Why does this matter? Names have meaning and importance, and when we name something, we are trying to place upon that which we name a particular destiny. The Bible is full of names like Jabez that have somewhat of a checkered history, and the response that people have to those names is interesting. Let us explore this sort of area briefly in the Bible, because there are two stories of names that are a lot like Jabez, and they are dealt with very differently by the people involved. First, let us turn to a story that has a lot of similarities to that of the story of Jabez, except the name was changed to avoid a bad name being given to a newborn infant. Genesis 35:16-18 tells us about the birth of Benjamin, and there are a lot of parallels between that story and the one of Jabez. Genesis 35:16-18 reads as follows: “Then they journeyed from Bethel. And when there was but a little distance to go to Ephrath, Rachel labored in childbirth, and she had hard labor. Now it came to pass, when she was in hard labor, that the midwife said to her, “Do not fear; you will have this son also.” And so it was, as her soul was departing (for she died), that she called his name Ben-Oni; but his father called him Benjamin.” Here we see a mother suffering from hard labor who takes out their suffering on a child by giving that child a bad name. In this case, we better understand the importance of a name by realizing that Ben-Oni means “Son of my sorrow,” reflecting Rachel’s sorrow in dying in childbirth, while Benjamin means “Son of my right hand,” or, metaphorically, “Son of my strength.” Here we see that Jacob’s desire to speak of his strength in having twelve sons outweighed his desire to fasten upon that son a name that recognized the sorrow and suffering of his beloved but dying wife Rachel.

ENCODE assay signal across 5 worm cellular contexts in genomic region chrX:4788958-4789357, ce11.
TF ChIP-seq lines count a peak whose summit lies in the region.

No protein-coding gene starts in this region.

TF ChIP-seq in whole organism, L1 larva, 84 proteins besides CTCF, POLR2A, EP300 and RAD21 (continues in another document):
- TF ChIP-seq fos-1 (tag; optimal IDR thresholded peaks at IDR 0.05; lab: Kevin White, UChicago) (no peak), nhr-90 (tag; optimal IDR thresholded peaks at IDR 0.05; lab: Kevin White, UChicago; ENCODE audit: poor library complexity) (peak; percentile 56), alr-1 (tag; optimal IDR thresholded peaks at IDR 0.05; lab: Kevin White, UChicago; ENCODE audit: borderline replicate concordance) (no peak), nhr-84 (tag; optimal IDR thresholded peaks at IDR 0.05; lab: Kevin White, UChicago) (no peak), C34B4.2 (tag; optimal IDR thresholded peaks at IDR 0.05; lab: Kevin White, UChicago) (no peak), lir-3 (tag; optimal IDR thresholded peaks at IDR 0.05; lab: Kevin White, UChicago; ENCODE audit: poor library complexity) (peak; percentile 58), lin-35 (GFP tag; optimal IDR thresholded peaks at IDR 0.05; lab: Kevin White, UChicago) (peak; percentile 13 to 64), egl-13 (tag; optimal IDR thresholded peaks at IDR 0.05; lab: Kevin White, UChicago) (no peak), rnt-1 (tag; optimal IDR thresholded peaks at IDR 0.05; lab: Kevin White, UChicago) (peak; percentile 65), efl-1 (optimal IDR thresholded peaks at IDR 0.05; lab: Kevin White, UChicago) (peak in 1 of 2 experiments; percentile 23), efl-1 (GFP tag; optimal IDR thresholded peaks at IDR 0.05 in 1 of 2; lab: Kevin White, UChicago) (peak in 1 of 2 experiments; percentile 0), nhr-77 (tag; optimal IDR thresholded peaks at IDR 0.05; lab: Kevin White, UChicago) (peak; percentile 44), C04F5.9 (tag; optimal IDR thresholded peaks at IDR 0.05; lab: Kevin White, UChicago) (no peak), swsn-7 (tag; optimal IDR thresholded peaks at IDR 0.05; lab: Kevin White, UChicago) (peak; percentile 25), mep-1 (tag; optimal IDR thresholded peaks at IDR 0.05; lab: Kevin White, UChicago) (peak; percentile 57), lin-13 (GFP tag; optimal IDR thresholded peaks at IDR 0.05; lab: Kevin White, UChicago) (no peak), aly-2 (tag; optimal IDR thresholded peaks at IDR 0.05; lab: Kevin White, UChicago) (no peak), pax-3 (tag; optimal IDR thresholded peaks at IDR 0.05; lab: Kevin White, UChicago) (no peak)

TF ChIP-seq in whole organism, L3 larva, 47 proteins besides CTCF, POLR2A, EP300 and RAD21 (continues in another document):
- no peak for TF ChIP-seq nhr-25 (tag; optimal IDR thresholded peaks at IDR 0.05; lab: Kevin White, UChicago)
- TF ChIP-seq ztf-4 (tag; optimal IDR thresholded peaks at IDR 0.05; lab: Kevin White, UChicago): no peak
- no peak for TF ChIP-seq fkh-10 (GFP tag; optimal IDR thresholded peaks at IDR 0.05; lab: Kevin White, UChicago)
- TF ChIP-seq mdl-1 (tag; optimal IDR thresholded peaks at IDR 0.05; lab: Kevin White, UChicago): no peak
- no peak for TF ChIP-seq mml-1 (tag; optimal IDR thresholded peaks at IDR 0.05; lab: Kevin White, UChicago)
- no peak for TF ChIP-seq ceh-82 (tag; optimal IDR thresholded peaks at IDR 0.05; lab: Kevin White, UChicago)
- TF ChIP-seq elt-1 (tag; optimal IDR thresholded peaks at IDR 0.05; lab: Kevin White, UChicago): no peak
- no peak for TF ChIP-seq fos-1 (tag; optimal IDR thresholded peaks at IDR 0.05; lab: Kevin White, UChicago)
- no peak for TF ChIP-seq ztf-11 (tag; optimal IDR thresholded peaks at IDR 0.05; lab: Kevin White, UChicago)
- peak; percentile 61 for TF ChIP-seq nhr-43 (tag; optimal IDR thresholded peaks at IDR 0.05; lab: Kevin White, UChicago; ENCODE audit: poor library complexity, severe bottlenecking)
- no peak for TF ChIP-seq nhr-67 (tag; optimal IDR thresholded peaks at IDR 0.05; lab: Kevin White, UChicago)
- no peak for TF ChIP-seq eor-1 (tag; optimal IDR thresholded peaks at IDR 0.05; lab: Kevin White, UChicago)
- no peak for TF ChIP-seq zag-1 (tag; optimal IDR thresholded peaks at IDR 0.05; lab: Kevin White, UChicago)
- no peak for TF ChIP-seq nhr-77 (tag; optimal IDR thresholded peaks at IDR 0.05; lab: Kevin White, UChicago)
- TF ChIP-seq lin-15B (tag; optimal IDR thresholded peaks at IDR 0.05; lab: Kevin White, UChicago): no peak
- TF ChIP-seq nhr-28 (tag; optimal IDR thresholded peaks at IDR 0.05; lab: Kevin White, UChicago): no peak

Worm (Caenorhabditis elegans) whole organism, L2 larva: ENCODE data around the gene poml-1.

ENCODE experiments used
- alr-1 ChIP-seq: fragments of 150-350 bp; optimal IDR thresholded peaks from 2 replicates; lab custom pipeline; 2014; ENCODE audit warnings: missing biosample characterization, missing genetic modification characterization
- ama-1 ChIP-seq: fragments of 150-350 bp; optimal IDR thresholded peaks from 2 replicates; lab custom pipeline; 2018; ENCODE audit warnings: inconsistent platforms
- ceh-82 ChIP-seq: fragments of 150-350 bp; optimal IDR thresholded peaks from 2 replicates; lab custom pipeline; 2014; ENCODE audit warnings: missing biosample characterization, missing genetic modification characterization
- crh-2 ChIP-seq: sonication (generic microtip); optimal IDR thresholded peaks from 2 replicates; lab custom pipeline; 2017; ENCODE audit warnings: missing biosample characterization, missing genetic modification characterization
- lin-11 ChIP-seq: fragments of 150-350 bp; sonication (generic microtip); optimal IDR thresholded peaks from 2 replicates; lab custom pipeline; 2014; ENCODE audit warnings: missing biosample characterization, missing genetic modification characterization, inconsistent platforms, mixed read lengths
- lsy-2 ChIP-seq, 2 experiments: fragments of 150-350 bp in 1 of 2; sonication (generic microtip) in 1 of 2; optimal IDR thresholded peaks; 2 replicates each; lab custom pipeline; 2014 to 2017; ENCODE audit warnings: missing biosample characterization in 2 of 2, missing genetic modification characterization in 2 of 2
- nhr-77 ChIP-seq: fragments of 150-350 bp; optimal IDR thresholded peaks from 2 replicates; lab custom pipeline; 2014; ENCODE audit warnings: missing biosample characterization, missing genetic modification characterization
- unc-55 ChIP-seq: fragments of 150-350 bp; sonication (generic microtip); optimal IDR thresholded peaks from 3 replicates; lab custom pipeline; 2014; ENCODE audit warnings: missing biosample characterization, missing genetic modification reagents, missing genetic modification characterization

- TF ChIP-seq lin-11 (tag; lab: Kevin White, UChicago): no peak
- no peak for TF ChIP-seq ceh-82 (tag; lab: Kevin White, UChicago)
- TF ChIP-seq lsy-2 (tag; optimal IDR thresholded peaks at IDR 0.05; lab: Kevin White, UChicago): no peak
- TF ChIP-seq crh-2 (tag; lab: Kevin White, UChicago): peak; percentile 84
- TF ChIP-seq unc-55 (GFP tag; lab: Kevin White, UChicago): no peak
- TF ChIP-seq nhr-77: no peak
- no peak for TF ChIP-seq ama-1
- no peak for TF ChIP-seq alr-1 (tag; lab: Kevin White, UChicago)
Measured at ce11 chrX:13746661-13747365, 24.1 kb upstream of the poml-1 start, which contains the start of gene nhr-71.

The second example we see of someone with a terrible name does not have so fortunate an income for the person so unfortunately named. Let us turn to look at this story in 1 Samuel 25:25-26. Here we see the efforts of Abigail to assuage David’s wrath and to prevent him from slaughtering everyone who belonged to the household of Nabal. In seeking to save the life of her and the other members of Nabal’s household, she makes prominent use of the meaning of Nabal’s name, which like that of Ben-Oni and Jabez is a rather unfortunate meaning. 1 Samuel 25:25-26 reads: “Please, let not my lord regard this scoundrel Nabal. For as his name is, so is he: Nabal is his name, and folly is with him! But I, your maidservant, did not see the young men of my lord whom you sent. Now therefore, my lord, as the Lord lives and as your soul lives, since the Lord has held you back from coming to bloodshed and from avenging yourself with your own hand, now then, let your enemies and those who seek harm for my lord be as Nabal.” Abigail uses very harsh language to describe Nabal, whose name means fool, but in this case that harshness is well-deserved. Nabal’s greed and lack of justice in his dealings with David’s armed and hungry men jeopardized the lives of all who lived in his household, and by her generosity and quick-thinking Abigail first saved the lives of the household, and later on became one of David’s wives, a much better outcome for her. Here we see, though, that Nabal was for whatever reason given a terrible name and he lived down to it.